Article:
“I really like that since Dan left Arkansas, he’s been in multiple formations, multiple sets, multiple offensive philosophies that I think he can adjust, and will, around any of the personnel that we have,” Pittman said.
The Crimson Tide in 2018, with Locksley as offensive coordinator and Enos as quarterbacks coach, led the nation in passing efficiency, was sixth in the FBS in total offense (522.0 yards per game) and passing (323.6 ypg), third in scoring (45.6 points per game) and 42nd in rushing (198.4 ypg). Locksley won the Broyles Award that year, given to the most outstanding assistant coach in college football.
Alabama quarterback Tua Tagovailoa set the all-time record for single-season passing efficiency in 2018 at 199.44 while completing 69% of his passes and throwing for 3,966 yards and 43 touchdowns.
Running a largely RPO attack at Maryland, Taulia Tagovailoa passed for 3,860 yards with 26 touchdowns, 11 interceptions and 69.2% completions in 2021. Last season, Tagovailoa passed for 3,008 yards with 18 touchdowns, 8 interceptions and 67% completions.
The Tagovailoa brothers didn’t run the ball nearly as much as Jefferson has.
“When you have a quarterback that can run, you’re going to maybe do more things where he’s able to use his feet,” Enos said. “If you have a quarterback that can’t run, and he’s a pure drop-back passer, you’re going to streamline things to help him and use his abilities.
“But the big thing is that we’re going to evolve, and we’re going to use the talent that we have, try to get them the ball and try to find creative ways to be efficient on offense. … When I left here and was working with Mike Locksley, Coach was a Spread guy really, an RPO guy.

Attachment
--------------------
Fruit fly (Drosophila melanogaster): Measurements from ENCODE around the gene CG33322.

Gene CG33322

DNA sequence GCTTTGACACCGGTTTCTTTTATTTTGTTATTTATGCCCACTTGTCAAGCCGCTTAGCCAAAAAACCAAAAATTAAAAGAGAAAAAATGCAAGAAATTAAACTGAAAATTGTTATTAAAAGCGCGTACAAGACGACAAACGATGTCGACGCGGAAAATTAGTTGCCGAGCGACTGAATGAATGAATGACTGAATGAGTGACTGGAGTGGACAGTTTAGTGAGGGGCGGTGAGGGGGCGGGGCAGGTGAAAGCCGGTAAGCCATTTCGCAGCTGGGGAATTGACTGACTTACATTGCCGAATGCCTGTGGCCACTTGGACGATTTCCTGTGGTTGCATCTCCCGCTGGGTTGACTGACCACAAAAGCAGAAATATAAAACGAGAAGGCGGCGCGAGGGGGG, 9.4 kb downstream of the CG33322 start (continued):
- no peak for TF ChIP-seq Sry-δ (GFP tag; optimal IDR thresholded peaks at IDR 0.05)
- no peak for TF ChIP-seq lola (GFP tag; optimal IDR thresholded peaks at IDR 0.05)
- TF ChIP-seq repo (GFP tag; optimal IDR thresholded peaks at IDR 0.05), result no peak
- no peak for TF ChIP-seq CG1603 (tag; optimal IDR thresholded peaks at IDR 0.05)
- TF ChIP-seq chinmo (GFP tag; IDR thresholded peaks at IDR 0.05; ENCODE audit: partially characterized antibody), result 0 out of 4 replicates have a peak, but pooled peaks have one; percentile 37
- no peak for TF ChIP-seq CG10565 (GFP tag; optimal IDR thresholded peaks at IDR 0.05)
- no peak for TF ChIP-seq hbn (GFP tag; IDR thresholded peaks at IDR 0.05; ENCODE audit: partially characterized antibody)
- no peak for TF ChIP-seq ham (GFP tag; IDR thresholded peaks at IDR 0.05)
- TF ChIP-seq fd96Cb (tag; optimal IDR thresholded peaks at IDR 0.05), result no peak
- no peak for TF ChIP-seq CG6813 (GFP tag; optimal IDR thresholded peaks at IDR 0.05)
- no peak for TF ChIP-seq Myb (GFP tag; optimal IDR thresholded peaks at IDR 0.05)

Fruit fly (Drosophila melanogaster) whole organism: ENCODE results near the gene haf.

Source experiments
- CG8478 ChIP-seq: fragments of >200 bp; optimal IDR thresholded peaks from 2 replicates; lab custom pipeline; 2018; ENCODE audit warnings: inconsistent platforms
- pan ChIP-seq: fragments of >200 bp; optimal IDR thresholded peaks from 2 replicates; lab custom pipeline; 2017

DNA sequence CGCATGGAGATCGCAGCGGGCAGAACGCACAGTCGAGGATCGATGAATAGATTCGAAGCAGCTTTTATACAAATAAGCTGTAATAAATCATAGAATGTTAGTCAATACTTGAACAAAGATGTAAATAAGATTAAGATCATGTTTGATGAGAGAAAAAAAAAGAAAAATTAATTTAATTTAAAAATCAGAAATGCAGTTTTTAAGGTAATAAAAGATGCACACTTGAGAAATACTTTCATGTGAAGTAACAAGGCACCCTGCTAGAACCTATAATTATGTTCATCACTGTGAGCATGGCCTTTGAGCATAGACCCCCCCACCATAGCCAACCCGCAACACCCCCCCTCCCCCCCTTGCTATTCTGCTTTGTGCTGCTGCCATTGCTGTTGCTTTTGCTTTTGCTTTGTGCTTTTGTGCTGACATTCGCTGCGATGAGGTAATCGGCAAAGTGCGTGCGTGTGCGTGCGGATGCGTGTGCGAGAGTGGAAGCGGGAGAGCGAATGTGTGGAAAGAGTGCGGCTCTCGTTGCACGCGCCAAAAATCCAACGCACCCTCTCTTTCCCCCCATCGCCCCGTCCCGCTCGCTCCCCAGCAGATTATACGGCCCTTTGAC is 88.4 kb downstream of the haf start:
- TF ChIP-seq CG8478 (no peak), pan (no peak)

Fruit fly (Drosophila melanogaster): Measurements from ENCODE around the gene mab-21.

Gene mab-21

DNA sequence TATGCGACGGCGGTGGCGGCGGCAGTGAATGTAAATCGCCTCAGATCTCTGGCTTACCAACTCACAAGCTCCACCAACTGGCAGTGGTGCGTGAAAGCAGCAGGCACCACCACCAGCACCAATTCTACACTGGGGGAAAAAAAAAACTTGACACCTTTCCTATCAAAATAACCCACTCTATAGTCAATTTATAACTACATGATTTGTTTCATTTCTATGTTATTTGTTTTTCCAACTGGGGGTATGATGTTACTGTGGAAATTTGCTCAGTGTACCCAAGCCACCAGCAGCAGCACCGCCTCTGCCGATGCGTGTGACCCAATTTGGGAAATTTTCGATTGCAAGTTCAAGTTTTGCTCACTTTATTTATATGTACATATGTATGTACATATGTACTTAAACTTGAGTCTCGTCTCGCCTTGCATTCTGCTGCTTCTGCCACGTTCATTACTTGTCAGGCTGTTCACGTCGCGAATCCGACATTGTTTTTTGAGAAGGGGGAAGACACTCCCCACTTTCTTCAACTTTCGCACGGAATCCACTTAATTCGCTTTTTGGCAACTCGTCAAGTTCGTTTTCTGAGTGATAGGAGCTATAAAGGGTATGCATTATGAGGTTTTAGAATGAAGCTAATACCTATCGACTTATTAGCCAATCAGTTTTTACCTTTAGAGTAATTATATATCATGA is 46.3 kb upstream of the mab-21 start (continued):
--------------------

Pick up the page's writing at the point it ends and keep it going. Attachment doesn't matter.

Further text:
“I was kind of the Pro-style guy in the room. It was just so neat the conversations that we had about football when we were kind of installing that system and doing what we were going to do that year. I learned a ton, and hopefully I was able to reciprocate that to some of the guys in the room. But we just did what we did and we just continued to evolve.”
Pittman, the fourth-year Arkansas coach, talked Wednesday about the offensive roster Enos will inherit and what he’s seen of his style over the years.
“Dan obviously knew coming here what we have at quarterback, and we’re going to use KJ’s abilities to the fullest along with Rocket [running back Raheim Sanders] and all the other guys,” Pittman said.